For our cold open, two brothers in mechanic’s gear are fixing up a vintage 50s car while listening to a 50s radio station. The older brother, the developmentally disabled Archie, is prompted by the nostalgia wave to point out a picture of the family from before his brother Ray was born. Ray, meanwhile, is more nostalgic for the fact that those were the days that their now deceased father was keeping “the coloreds” in their place. So he’s not too thrilled when a young black boy comes by selling candy, with his murderously racist outbursts upsetting Archie.

Over at the shop, Johnny is minding the place solo, buying a box of old junk from a customer when Archie comes in, sees a vintage 1954 Chevy factory radio in the box, and buys it from Johnny. Johnny is fairly pleased with himself for making back the money he spent on the box of junk, until Micki and Jack get back and realize that he sold an item before checking it against the Manifest. Which, of course, lists a 1954 Chevy radio. Archie, meantime, has given the radio to Ray to put in the car, which mostly prompts Ray to go on some more racist ranting. Which leads Ray to drinking, and tracking down Elliot, the boy from earlier, and “accidentally” shooting him, in a scene that’s fairly uncomfortable in light of modern “stand your ground” laws. Ray flees in the Chevy, smearing blood on the radio dial, causing the car to glow and travel back to black-and-white Mississippi in 1954, to the town the family lived in before he was born, a few days before his father would commit the murder that got him executed. Ray is just thrilled to find himself in a time and place where he can get away with beating and harassing black men, and very quickly attracts the attention of the local Ku Klux Klan, which gets him invited to…his family home, where his father is, unsurprisingly, ranting about “the coloreds.” Ray tries to talk his father out of killing the black man who he and the Klan harassed earlier in town, not because it’s wrong, but because there will be a witness and they’ll all go to jail for murder, but ends up participating in the killing anyway.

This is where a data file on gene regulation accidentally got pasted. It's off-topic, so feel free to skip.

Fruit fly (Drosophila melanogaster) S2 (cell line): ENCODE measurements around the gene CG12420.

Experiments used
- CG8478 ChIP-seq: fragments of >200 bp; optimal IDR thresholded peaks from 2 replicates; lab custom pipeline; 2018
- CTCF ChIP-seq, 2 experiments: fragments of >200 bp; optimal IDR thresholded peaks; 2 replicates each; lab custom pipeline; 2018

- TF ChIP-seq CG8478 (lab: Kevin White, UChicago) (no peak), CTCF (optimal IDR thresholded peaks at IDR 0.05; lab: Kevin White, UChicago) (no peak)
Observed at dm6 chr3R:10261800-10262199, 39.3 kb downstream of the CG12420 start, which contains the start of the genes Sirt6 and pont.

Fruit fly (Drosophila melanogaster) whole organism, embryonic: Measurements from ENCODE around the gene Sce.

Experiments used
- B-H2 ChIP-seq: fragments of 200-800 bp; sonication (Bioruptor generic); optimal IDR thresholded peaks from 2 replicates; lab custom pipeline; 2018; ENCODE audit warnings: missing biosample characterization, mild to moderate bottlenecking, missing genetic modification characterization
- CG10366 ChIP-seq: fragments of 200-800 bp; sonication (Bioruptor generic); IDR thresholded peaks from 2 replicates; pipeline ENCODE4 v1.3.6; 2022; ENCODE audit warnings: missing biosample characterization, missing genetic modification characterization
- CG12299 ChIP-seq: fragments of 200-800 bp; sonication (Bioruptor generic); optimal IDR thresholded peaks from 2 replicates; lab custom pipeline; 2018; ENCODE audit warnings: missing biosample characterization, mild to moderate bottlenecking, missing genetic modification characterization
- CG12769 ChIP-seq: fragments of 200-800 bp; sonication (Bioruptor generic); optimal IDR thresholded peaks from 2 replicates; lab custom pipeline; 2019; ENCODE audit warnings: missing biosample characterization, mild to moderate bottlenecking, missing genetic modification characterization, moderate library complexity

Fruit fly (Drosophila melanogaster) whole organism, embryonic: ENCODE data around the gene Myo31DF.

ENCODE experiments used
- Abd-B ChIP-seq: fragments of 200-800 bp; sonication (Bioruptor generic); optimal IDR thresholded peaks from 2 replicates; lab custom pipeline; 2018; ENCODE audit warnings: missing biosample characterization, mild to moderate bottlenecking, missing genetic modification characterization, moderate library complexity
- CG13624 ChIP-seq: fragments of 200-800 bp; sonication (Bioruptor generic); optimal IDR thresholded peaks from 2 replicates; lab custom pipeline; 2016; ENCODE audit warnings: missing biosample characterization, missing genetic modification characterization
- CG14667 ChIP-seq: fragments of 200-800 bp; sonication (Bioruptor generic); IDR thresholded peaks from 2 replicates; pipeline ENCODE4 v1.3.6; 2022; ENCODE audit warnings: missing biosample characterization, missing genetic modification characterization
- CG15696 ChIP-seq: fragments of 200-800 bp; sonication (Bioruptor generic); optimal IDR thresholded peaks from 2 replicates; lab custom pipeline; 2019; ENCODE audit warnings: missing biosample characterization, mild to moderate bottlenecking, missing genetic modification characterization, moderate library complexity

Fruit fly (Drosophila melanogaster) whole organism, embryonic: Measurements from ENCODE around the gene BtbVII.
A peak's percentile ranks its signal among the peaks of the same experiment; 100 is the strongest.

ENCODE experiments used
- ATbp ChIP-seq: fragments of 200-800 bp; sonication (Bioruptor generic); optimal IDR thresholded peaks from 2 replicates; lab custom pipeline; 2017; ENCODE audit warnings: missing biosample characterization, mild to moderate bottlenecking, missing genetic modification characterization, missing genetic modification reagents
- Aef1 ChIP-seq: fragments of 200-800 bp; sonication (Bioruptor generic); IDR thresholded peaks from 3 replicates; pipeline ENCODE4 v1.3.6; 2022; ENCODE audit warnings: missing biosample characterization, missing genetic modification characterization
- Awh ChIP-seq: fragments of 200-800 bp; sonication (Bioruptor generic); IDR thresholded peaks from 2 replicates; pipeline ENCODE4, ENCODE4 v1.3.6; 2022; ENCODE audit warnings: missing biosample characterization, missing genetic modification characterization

The gang stakes out Ray’s house, Jack having figured out that the radio allows a person to travel back in time to 1954, making this possibly the most specific cursed antique yet. Ray rushes home to find his father, learning that nope, he still got executed for that murder he did, so Ray announces that he’s going to kill another black person. This enrages Archie, who tries to stop him, and gets beaten to death for his efforts. The gang breaks into the garage to try and stop Ray and Jack and Johnny get dragged back to 1954 as well. Ray goes to warn his father, and makes plans to kill the lawyer who got him prosecuted. Jack tries to warn the lawyer, and doesn’t get far, as a white man telling a black man “you better be careful” has the result you would expect. Meanwhile, Ray goes for an Oedipally charged talk with his mother, learning that she very much does not share her husband’s opinions on race, and is fairly upset with him since it’s obvious his beating of Archie has caused brain damage. Jack steals Ray’s Klan scrapbook and takes it to the Sheriff, leaving the office just in time to see the lawyer being abducted, and gets himself abducted when he tries to stop it. At the rally, the Sheriff, who is just coincidentally the Grand Dragon, accuses Ray of being an FBI infiltrator, and orders him burnt at the stake. Johnny hotwires Ray’s car, and escapes with Jack and the lawyer, and Ray is burnt alive by his own father. And Jack and Johnny return to the present of 1989.

Oof, this is a rough one. It’s not just that some elements are little hard to watch in light of current events, it’s that the writers and producers apparently saw a story about a racist villain as an excuse to go way over the top. The language is remarkably tame, unsurprising given syndication restrictions, but the racists are still completely cartoonish, and it wears on you when so much of the episode is given over to them. The only saving grace is that the heroes are fairly active in the story and involved in events and the “nope, time is fixed” approach to time travel.

A Very Robey 80s

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